How, in a democracy supposedly based on one person one vote, could the 1 percent could have been so victorious in shaping policies in its interests? It is part of a process of c, disillusionment, and disenfranchisement that produces low voter turnout, a system in which electoral success requires heavy investments, and in which those with money have made political investments that have reaped large rewards — often greater than the returns they have reaped on their other investments.

There is another way for moneyed interests to get what they want out of government: convince the 99 percent that they have shared interests. This strategy requires an impressive sleight of hand; in many respects the interests of the 1 percent and the 99 percent differ markedly.

The fact that the 1 percent has so successfully shaped public perception testifies to the malleability of beliefs. When others engage in it, we call it “brainwashing” and “propaganda.” We look askance at these attempts to shape public views, because they are often seen as unbalanced and manipulative, without realizing that there is something akin going on in democracies, too. What is different today is that we have far greater understanding of how to shape perceptions and beliefs — thanks to the advances in research in the social sciences.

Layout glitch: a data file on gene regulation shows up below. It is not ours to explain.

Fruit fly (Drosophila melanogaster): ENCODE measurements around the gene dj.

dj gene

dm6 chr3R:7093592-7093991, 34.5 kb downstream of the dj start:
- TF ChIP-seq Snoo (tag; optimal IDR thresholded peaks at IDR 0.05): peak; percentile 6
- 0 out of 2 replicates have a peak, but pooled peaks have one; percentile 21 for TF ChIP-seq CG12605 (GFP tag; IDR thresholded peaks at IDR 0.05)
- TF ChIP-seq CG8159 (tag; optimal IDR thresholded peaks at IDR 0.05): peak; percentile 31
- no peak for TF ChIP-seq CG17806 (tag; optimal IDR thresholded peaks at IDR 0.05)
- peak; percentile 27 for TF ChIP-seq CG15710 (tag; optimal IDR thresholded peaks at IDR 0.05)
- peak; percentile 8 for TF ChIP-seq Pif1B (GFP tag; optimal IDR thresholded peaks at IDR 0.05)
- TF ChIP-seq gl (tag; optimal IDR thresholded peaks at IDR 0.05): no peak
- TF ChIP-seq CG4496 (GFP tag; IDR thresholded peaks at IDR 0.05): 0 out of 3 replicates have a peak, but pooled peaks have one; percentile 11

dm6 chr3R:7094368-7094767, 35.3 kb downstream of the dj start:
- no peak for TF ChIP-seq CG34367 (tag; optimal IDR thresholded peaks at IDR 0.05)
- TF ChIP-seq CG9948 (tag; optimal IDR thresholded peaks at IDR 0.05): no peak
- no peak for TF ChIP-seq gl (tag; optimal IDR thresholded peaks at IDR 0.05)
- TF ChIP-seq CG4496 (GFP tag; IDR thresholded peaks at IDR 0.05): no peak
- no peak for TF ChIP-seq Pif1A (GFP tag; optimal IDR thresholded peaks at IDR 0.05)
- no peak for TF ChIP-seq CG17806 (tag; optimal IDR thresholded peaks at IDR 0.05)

It is clear that many, if not most, Americans possess a limited understanding of the nature of the inequality in our society: They believe that there is less inequality than there is, they underestimate its adverse economic effects, they underestimate the ability of government to do anything about it, and they overestimate the costs of taking action. They even fail to understand what the government is doing — many who value highly government programs like Medicare don’t realize that they are in the public sector.

[…]

Not only do Americans misperceive the level of inequality; they underestimate the changes that have been going on. Only 42 percent of Americans believe that inequality has increased in the past ten years, when in fact the increase has been tectonic. Misperceptions are evident, too, in views about social mobility. Several studies have confirmed that perceptions of social mobility are overly optimistic.